Winnie's role in liberating women honoured in #AllBlackWithADoek

2018-04-06 19:26

"Even now, after she died, it still feels like she is still here with us."

These were the words of Nomsa Maaboi, one of dozens of women who had gathered outside Winnie Madikizela-Mandela's house in Soweto to pay tribute to her, dressed in black and wearing a doek.

Madikizela-Mandela died on Monday at the age of 81.

On Thursday, the ANC announced it would host an All Black Night for the stalwart, including a "cultural extravaganza" in which the Mother of the Nation would be honoured through music, visual arts and poetry.

'Strength, passion and ferocious fighting spirit'

"The evening is aimed at demonstrating Mama Winnie's indomitable strength, her passion and her ferocious fighting spirit," the ANC said in a statement.

Maaboi, 58, said she had first met the late struggle hero in 1976, when she was a pupil at Naledi High School in Soweto.

"She's been a great woman and did so much for all of us, especially women," Maaboi said.

"I feel like she really suffered. She suffered more than her husband."

Phindile Llale, who brought her two young sons from Hartbeespoort Dam in the North West, said she wanted her children to understand Madikizela-Mandela's power and strength.

"We take our stalwarts for granted. I hope by bringing them here, they will understand her significance," she said.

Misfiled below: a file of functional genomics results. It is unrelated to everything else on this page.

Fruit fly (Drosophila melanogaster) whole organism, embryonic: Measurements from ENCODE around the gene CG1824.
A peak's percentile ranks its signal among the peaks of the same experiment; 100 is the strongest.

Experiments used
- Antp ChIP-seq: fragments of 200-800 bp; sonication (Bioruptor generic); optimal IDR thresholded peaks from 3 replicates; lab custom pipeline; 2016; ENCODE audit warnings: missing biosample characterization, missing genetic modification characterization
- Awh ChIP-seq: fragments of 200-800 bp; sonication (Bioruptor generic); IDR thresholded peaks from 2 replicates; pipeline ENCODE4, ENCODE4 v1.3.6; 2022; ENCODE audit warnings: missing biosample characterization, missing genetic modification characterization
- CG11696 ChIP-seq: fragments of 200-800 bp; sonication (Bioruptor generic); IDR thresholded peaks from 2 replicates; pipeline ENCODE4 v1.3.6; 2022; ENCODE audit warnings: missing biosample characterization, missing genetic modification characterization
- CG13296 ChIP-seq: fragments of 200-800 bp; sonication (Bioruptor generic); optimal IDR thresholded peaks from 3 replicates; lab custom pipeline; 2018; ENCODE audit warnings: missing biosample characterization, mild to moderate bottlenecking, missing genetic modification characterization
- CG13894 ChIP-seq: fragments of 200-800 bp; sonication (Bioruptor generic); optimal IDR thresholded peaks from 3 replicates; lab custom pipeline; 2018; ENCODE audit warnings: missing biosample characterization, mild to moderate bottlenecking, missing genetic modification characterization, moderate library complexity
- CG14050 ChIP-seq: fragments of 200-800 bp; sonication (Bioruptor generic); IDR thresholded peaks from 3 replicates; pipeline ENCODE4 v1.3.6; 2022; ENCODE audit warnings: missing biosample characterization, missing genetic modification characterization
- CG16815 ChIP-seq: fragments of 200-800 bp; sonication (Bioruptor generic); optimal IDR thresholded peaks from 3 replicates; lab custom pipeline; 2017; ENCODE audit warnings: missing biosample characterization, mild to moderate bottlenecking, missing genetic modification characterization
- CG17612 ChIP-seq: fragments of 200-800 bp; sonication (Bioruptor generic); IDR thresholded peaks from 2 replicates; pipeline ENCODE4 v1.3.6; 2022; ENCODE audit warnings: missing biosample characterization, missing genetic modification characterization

WATCH: From the archives: Remembering Winnie Mandela's sense of humour

"I came here just to remember her and what she did, especially for women. We took her for granted, and now we must celebrate her life," Llale said.

Khosi Ngubeni-Masondo, an ANC Women's League branch chairperson in Kensington, Johannesburg, said Madikizela-Mandela played a crucial role in the liberation of women.

"I'm here today to support the family and mourn with the family. We lost a hero," she said.

"Winnie pushed to liberate the women of South Africa. They wanted to liberate us as women, but we still have a long way to go. At home, at work, a lot of women must still be liberated," she said.

Many women used social media platforms on Friday to post pictures of themselves dressed in black and wearing doeks, as a way to honour the fallen stalwart for what she had done in the fight for women's rights. 

Read more on:    winnie ­madikizela-mandela

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